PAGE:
The space around the central wicks beneath top plate 7 is filled with solid fuel 14, such as wax or tallow, which will not leak out of the can or evaporate. The fuel used will melt and feed the multiple wicks when the burner is lighted. Upon lighting the burner after the cover has been removed, three flames rise a considerable distance from the three upper loops of the wick and form a torch that produces a strong light. At the same time, it gives off considerable heat. The wire 12 in the tubular wick member conducts heat from the flames down into the wax to melt it. The heat from the flames also raises the temperature of the heat conductor 4-5 considerably and this heat is conducted by wires 3 out to the side wall of the can and down through the wax. The heat from these wires and the side wall of the can melts the wax that is farthest from the wicks so that it, too, can feed the wicks. In other words. due to the heat conductor and the various wires, all of the wax is melted so that all of it can be burned.
A burner such as disclosed herein, that is about four inches in diameter and that'contains a body of wax about two inches deep, will burn about three hours, producing considerable light and heat. To keep the burner burning longer, blocks 16 of wax can be broken from a molded supplemental fuel slab l7 and placed upon the plate 7 inside the burner. This plate also becomes heated by the flames and therefore it melts the blocks of wax. The melted wax can run down the edge of the plate, through its center opening 8, and also through performations 18 with which the plate can be provided. By adding blocks of wax in this manner, the burner can be kept lit as long as the supply of fuel blocks lasts.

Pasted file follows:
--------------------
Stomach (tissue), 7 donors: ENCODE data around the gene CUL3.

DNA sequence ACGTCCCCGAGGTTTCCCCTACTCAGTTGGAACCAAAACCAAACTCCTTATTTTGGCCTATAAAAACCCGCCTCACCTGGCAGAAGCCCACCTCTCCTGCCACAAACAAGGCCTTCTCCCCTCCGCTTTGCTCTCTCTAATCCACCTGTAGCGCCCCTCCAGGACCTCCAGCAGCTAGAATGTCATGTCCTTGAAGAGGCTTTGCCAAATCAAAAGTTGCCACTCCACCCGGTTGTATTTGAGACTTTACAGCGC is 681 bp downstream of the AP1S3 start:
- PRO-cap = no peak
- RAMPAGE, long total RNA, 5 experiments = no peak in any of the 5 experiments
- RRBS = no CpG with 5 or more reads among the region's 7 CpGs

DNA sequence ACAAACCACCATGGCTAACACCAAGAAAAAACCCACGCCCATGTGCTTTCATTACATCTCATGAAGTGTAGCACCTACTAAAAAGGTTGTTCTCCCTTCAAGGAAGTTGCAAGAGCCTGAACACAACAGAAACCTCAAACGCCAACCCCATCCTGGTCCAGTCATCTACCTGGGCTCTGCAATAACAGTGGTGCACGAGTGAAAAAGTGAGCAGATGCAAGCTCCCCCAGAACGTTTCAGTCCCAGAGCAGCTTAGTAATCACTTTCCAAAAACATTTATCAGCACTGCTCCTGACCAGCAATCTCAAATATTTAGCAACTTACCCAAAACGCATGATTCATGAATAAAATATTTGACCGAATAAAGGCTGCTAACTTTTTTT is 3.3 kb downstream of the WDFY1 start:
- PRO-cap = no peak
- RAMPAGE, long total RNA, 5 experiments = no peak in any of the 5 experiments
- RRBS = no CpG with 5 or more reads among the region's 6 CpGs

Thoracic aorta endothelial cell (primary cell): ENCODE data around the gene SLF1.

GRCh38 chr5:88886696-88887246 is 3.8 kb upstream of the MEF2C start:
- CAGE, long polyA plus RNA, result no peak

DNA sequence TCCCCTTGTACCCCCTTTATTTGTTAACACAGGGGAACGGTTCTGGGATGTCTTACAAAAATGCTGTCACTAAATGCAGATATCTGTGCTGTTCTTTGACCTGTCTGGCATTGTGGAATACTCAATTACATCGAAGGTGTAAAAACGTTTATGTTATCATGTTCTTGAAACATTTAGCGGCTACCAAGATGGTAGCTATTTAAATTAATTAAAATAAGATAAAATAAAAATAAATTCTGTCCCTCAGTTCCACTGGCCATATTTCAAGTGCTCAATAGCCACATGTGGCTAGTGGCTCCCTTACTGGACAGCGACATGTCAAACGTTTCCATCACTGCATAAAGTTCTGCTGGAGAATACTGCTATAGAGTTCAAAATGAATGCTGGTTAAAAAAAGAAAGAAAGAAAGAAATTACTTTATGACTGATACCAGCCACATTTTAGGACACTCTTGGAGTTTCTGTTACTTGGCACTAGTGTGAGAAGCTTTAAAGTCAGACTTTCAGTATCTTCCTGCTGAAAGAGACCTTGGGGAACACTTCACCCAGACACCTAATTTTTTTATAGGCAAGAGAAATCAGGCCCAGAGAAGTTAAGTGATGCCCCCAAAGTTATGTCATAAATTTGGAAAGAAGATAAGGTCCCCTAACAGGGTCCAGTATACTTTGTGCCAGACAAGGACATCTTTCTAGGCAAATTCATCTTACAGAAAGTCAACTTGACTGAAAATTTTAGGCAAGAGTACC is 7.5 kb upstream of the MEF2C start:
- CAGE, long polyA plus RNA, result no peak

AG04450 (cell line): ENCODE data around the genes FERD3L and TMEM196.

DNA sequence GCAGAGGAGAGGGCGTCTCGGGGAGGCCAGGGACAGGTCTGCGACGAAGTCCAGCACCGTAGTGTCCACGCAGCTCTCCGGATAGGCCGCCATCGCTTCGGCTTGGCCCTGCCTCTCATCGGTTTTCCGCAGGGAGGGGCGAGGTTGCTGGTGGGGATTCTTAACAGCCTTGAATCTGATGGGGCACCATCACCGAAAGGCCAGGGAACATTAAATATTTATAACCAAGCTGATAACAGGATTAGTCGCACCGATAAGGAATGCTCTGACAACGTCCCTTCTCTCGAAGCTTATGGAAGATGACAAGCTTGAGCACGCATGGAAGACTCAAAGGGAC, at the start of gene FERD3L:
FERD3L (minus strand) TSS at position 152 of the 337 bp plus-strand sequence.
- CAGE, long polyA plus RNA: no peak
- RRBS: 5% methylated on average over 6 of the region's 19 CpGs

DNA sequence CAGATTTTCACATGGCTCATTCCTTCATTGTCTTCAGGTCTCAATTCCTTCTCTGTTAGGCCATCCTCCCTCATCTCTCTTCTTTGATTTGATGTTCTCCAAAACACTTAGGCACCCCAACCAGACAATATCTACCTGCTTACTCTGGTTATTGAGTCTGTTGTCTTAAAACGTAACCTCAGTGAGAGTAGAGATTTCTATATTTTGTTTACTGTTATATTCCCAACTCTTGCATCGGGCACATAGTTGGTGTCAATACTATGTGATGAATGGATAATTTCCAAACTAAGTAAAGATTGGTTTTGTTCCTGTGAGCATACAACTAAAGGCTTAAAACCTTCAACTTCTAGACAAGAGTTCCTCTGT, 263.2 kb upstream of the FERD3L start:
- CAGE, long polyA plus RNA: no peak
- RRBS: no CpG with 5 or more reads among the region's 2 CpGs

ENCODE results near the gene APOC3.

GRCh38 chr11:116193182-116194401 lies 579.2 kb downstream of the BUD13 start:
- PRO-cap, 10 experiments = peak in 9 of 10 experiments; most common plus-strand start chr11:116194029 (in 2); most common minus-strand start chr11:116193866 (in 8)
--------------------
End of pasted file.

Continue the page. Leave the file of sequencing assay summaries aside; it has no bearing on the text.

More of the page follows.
Another feature of this invention as shown in FIG. 2, is that the center of the bottom of the can can be provided with a hole that normally is closed by a screw plug 20 and a sealing washer 21. If it is desired to carry the lighted burner in the hand or to support it above the ground, a handle 22 that is shown in FIG. 5 and provided with an upwardly projecting screw 23 in its upper end can be screwed into the hole in the bottom of the can after the screw plug has been removed. This handle can then be held in the hand or pushed a short distance into the ground like a stake.
Whenever it is desired to extinguish the burner before the supply of wax has been consumed, all that has to be done is to place the cover on the can to smother the flames.
Since this burner does not use liquid fuel, there is no chance of loss of fuel due to leakage or evaporation before the burner is used. The burner can be carried for years in an automobile trunk, for example, and still be ready to use at any time in case of an emergency. By keeping slabs of supplemental fuel with the burner, the length of time that it will burn can be greatly increased. Also, if aluminum foil is carried along for use as a reflector, the intensity of the light and heat produced by the burner can be increased by directing them more or less in one direction by means of the foil.